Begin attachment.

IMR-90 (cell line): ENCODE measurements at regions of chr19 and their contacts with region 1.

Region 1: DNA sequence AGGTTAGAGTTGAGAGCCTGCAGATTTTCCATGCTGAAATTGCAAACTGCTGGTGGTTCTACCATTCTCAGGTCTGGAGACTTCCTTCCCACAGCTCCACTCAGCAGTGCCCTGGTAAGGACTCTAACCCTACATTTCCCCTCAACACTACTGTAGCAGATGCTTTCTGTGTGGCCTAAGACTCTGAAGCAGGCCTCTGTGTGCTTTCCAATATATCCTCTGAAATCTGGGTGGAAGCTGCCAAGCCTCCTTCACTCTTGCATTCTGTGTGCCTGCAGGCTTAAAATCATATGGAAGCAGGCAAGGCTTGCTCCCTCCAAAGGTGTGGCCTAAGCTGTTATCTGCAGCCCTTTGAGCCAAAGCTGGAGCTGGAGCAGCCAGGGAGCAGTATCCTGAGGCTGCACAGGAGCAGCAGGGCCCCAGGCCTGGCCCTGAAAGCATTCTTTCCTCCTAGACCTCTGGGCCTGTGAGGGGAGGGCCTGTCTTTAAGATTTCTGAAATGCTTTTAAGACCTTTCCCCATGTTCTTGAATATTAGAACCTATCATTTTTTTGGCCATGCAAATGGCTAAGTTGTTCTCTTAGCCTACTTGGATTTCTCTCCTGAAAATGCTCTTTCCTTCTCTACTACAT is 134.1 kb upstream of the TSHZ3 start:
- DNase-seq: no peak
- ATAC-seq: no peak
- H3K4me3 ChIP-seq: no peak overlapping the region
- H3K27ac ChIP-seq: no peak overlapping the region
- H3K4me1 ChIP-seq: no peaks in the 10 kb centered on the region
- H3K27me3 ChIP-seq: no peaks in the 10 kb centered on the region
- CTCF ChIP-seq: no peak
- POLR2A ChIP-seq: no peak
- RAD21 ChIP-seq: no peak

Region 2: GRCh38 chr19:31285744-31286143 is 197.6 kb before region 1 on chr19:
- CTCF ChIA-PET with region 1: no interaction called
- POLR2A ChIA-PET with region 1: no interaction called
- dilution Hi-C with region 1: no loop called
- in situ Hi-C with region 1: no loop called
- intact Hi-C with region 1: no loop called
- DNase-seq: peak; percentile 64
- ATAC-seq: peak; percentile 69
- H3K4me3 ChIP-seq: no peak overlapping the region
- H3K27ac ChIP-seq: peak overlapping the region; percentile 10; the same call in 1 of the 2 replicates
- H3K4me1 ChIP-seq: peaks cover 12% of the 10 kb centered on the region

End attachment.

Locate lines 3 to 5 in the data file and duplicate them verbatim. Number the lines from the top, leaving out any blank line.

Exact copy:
- DNase-seq: no peak
- ATAC-seq: no peak
- H3K4me3 ChIP-seq: no peak overlapping the region